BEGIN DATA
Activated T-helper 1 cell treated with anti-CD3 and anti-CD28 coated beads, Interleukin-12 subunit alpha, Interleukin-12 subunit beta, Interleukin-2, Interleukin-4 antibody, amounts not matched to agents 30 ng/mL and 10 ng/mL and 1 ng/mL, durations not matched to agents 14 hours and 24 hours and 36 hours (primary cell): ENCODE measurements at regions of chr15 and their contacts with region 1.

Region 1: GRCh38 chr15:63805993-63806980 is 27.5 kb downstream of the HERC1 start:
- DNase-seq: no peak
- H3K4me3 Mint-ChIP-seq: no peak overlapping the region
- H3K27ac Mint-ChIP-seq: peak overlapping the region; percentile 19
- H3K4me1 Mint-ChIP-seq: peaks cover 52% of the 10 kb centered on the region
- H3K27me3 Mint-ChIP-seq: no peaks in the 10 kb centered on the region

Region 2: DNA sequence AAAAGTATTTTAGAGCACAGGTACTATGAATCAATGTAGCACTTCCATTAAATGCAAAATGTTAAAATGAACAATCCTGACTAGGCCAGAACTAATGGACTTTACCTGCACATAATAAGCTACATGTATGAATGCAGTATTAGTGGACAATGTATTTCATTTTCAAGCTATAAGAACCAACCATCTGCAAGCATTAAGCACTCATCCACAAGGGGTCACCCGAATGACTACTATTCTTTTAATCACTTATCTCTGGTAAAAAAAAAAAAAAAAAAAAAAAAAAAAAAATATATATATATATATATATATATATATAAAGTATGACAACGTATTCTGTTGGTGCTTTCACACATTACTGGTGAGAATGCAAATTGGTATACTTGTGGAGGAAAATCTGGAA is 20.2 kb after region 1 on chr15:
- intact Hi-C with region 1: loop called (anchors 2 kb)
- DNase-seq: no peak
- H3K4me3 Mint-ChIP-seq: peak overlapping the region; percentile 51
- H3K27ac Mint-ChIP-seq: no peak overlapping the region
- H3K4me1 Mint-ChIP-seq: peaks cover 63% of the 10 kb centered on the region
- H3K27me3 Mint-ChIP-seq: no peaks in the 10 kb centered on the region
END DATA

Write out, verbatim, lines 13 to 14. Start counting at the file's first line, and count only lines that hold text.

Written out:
- H3K4me1 Mint-ChIP-seq: peaks cover 63% of the 10 kb centered on the region
- H3K27me3 Mint-ChIP-seq: no peaks in the 10 kb centered on the region